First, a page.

There are a variety of issues to consider with respect to how the housing development would impact the ecological character of the area. Specifically, measuring landscape connectivity, the extent to which a landscape facilitates the movements of organisms and their composition, would reveal whether the city’s proposed housing expansion would bring significant changes to the woodland (Rudnick 2012). For optimal protection of the area it is essential to account for the variables underlying the major ecosystem services the area delivers, and the threats upon them (Hummel et al. 2017).
Trees play a significant role in carbon sequestration, and deforestation leads to increased greenhouse gas emissions. Higher emissions exacerbates the problem of global warming. Further, climate change will intensify the earth’s water cycle in the next century, generally increasing rainfall, evaporation rates, and the occurrence of storms, and significantly altering the nutrient cycles in land-based ecosystems that influence water quality (Jackson et al. 2001). Specifically, after potential clearing of the woodland for the purpose of constructing the new housing, invasion of natural vegetation by alien trees that use more water than the indigenous vegetation that they replace, can lead to water scarcity or can turn an ecosystem that was not prone to burning into a flammable landscape (Nel et al. 2014).
Further, I would emphasize the importance of biodiversity as the basis for proposing a solution that will allow for additional housing while maintaining the natural character of the area. Research shows the public is more concerned with managing invasive species for intrinsic environmental worth than economic benefit and that preventing further environmental degradation is more motivating than promoting additional environmental gains (DeGolia et al. 2019). Effectively communicating some of the issues with respect to the ecological character of the area proposed to be developed can increase support for my alternative proposed solution (DeGolia et al. 2019). Public opinion on environmental policies is important because it can play a meaningful role in their success or failure as policymakers are typically responsive to mass public opinion (DeGolia et al. 2019).
A key challenge to incorporating my new ecosystem-based approach to the situation would be quantifying the extent to which the proposed city development’s land cover changes influence environmental degradation (Nel et al. 2014). Crucially, it is important to have sound methods in the planning process when surveying the landscape connectivity (Rudnick 2012). Before getting started, I would establish goals and objectives to drive the selection of methods used for evaluating and planning my alternative solution (Rudnick 2012). A risk-based environmental impact assessment would be useful in determining issues of cause and effect and the degree in which the space is sensitive to the proposed changes (Nichol and Chadès 2017). Specifically, I would use a Bayesian belief network (BBN) which could predict risk with 90% accuracy with a modest investment in data collection (Nichol and Chadès 2017). Also, I would consider spatial and temporal extent in the analysis, and then use caution in extrapolating results outside of observed conditions (Rudnick 2012). I would then focus on showing how my alternative solution would contribute positively to the ecosystems that will be impacted.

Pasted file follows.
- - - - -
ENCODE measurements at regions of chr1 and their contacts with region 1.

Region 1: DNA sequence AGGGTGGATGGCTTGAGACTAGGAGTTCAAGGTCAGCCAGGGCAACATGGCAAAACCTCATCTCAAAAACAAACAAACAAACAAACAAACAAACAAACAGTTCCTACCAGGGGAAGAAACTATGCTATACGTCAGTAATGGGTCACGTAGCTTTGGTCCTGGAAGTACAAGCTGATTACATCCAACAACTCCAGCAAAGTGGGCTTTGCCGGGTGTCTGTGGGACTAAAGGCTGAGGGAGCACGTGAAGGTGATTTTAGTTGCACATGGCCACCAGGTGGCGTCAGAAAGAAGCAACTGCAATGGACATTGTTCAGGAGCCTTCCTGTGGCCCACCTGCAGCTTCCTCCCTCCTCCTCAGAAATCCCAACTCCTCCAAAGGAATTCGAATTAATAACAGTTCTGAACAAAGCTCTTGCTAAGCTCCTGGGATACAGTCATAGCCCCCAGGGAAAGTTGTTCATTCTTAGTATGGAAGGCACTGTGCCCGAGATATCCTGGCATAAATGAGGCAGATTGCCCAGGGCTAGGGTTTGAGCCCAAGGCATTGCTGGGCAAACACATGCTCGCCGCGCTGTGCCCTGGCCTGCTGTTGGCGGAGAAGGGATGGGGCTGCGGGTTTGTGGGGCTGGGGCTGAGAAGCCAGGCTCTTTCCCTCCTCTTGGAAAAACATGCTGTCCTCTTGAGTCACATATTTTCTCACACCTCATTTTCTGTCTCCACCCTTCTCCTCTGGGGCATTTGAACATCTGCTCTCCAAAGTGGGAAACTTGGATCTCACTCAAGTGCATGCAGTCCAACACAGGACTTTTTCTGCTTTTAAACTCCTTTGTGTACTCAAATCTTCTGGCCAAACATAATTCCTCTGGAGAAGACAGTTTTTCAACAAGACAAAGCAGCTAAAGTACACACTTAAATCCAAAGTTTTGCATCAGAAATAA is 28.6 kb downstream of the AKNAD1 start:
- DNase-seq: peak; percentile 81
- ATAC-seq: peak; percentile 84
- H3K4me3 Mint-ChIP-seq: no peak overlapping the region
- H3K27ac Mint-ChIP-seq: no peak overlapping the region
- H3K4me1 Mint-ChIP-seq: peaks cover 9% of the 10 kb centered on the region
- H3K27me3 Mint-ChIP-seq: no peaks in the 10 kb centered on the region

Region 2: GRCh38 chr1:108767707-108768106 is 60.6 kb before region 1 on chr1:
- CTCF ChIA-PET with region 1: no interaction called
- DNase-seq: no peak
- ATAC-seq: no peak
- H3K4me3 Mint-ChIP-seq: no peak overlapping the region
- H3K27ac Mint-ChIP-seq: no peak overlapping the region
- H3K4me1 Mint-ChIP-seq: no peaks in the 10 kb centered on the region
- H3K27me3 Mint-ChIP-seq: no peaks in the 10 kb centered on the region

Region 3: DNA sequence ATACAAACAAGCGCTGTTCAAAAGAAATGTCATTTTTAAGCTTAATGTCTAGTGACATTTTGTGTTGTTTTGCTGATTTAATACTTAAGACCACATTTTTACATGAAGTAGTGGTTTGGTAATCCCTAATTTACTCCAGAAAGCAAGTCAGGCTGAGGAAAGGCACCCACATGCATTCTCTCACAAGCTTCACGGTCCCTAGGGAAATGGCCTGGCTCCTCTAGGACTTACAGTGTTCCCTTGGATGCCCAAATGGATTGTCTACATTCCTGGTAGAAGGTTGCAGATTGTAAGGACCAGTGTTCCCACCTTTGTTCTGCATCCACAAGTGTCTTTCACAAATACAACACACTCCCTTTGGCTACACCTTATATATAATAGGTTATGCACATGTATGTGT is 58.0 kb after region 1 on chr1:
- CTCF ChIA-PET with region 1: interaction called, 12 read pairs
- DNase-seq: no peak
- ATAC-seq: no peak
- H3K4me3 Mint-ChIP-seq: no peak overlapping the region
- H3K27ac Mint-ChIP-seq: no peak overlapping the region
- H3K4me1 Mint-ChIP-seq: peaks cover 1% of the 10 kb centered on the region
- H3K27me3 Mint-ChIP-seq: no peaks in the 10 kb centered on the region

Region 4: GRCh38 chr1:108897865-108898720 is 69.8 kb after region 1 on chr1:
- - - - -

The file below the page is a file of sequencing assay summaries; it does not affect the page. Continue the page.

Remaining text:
I would suggest adding housing to a different area. In order to have the development contribute positively to the ecosystem that will be impacted, I would advise the city to construct green buildings for its residents. For example, a Passive House is super energy and water efficient in every aspect including triple pained windows that are incredible. Even on a cold day you can stand next to a full wall of glass and not feel the cold come in. The houses can also include a rooftop solar panel system, on-demand hot water heater, and mini-split heat pump HVAC system. That way, additional greenhouse gas emissions can be removed from the atmosphere as opposed to causing more through deforestation.
DeGolia, Alexander H., Elizabeth H.T. Hiroyasu, and Sarah E. Anderson. 2019. “Economic losses or environmental gains? Framing effects on public support for environmental management.” PLOS ONE 14: e022320. https://doi.org/10.1371/journalpone.0220320